Beware the Inequitable Conduct Charge! (Why Practitioners Submit What They Submit)

19 Pages Posted: 23 Nov 2009

See all articles by Lisa A. Dolak

Lisa A. Dolak

Syracuse University - College of Law

Date Written: November 17, 2009


In recent years, the U.S. Court of Appeals for the Federal Circuit presided over an expansion in the doctrine of inequitable conduct. As a result, practitioners have become increasingly concerned that they and the patents they prosecute may one day become embroiled in an inequitable conduct challenge, with potentially devastating consequences for both the patent owner and practitioner.

At the same time, the USPTO has proposed new restrictions and requirements on applicant information submissions, including a requirement that applicants specifically refer to and explain the relevance of particular portions of references if they submit information in excess of set limits on the number and/or length of references. According to the agency, “ensuring a focused and thorough examination is a joint responsibility of the examiner and the applicant” and the goal is to help the “examination system to ‘get it right’ the first time.” During the same period, Congress has entertained proposals to authorize the USPTO to require applicants to submit analyses of the pertinence of references found in prior art searches.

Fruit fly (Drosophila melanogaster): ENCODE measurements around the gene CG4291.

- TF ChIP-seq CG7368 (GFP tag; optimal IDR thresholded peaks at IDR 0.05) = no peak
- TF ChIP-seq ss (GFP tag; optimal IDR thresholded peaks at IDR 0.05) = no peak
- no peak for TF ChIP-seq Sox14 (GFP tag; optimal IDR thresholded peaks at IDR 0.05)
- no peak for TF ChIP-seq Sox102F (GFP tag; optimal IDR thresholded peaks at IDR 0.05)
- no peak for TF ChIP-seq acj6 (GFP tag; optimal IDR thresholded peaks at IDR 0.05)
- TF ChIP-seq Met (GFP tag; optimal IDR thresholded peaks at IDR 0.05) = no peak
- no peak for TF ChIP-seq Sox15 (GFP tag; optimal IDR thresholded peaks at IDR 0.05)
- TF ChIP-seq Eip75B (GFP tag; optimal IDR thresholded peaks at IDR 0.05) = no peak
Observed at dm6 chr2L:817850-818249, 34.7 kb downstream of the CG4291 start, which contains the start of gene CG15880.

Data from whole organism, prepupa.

Thus, while various Federal Circuit decisions have evidenced an increasing judicial receptiveness to inequitable conduct-based challenges, the USPTO and Congress have considered enlarging the obligations of applicants to affirmatively participate in the examination process. Practitioners feel squeezed. On the one hand, the USPTO has sought to require applicants to either limit the amount of information submitted, or to go on record with explanations relating to the precise relevance of that information. At the same time, the evolving law of inequitable conduct seems to dictate the submission of more and more information, and to make such elaboration very risky.

This paper discusses various aspects of this “disconnect” from the point of view of the practitioner seeking to comply with his or her disclosure obligations, within the confines imposed by the practical realities that govern modern prosecution practice.

Keywords: patent, inequitable conduct, submission

JEL Classification: K41, O34

Suggested Citation

Dolak, Lisa A., Beware the Inequitable Conduct Charge! (Why Practitioners Submit What They Submit) (November 17, 2009). Available at SSRN: or

Lisa A. Dolak (Contact Author)

Syracuse University - College of Law ( email )

Syracuse, NY 13244-1030
United States

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